Saki Shimamura, Full-time Contract Staff, Office for Students with Disabilities
It’s the midday break, and I am pushing a student in a wheelchair to a classroom. There is a long line of people in front of the elevator. A sign by the elevator reads, “Give priority to those in wheelchairs,” but nobody is paying us any mind. “Excuse me,” I say. “Could you please let the student in the wheelchair on first?” Finally everyone notices us, and the line parts to let us through.
At the Disabled Student Services Office we provide disabled students with the support they need to pursue their education, but I wonder if support is all that is needed? Are disabled students able to get the same level of enjoyment and fulfillment out of university life as non-disabled students? I think we need to be a bit more aware, a bit more understanding, and a bit more proactive about helping those around us. If people waiting atelevators would give way without having to be asked, this simple act alone would help lessen the barriers to movement that students in wheelchairs face.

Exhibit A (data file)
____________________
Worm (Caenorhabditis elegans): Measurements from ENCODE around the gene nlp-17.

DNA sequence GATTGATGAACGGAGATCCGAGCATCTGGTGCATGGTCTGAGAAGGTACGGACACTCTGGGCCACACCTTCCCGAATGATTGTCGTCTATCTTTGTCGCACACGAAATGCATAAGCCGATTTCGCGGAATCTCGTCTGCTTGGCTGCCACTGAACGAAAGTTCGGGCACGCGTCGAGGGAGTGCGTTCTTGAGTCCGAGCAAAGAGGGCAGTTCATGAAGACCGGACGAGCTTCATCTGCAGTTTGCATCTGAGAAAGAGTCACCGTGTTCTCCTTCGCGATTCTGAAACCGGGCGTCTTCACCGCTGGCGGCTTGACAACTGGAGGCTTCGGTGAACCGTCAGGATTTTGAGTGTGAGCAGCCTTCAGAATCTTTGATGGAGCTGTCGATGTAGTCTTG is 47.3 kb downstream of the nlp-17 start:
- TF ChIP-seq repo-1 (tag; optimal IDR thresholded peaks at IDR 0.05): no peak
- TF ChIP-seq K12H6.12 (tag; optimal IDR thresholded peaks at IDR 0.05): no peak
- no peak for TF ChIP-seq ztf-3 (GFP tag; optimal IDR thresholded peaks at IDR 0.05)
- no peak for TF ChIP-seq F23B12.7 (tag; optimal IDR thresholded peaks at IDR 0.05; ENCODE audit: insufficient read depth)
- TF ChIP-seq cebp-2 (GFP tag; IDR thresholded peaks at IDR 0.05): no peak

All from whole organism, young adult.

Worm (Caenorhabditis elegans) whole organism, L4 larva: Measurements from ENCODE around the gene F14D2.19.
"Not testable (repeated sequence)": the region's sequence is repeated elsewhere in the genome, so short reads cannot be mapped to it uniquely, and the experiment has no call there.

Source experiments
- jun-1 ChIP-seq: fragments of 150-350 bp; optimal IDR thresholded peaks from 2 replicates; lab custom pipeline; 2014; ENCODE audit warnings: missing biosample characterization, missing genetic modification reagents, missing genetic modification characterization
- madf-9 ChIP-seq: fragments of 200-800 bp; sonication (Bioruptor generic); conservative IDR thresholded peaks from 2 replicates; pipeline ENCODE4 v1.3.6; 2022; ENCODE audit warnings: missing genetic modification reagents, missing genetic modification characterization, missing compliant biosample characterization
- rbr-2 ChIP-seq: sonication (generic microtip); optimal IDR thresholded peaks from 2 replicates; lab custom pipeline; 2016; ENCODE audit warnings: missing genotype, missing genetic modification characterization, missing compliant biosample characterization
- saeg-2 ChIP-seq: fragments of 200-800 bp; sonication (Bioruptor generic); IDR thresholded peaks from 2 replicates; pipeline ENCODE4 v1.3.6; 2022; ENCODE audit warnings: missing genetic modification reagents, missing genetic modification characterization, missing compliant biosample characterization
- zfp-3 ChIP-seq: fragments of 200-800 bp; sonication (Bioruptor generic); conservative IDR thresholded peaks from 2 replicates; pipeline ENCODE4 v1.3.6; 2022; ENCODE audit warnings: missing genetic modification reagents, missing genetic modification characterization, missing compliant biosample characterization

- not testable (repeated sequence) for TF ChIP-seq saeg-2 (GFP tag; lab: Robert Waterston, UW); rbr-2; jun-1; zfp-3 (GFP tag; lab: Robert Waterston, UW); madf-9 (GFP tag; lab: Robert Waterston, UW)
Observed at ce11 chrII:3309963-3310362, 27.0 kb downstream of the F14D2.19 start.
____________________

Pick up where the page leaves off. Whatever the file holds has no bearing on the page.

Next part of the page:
When we hear the word “support,” we often interpret it as meaning “special treatment.” In reality, there is nothing “special” about it. “Support” simply means enabling disabled students have the same access to their environment that their non-disabled peers enjoy. It is only once disabled students receive support that they are on the same level playing field as everyone else. I myself have a hearing impairment, and without support I would not be able to fulfill all my work duties. Once I am provided with the appropriate support and consideration, however, I am able perform on par with everyone else, being productive and giving back to my community.
In a sense, diversity is something we think of as “perfectly ordinary.” My hope is that this “perfectly ordinary” mindset will become the “perfectly ordinary” mindset at Waseda, where a bit more awareness and accommodation can create a vibrant daily campus environment for everyone.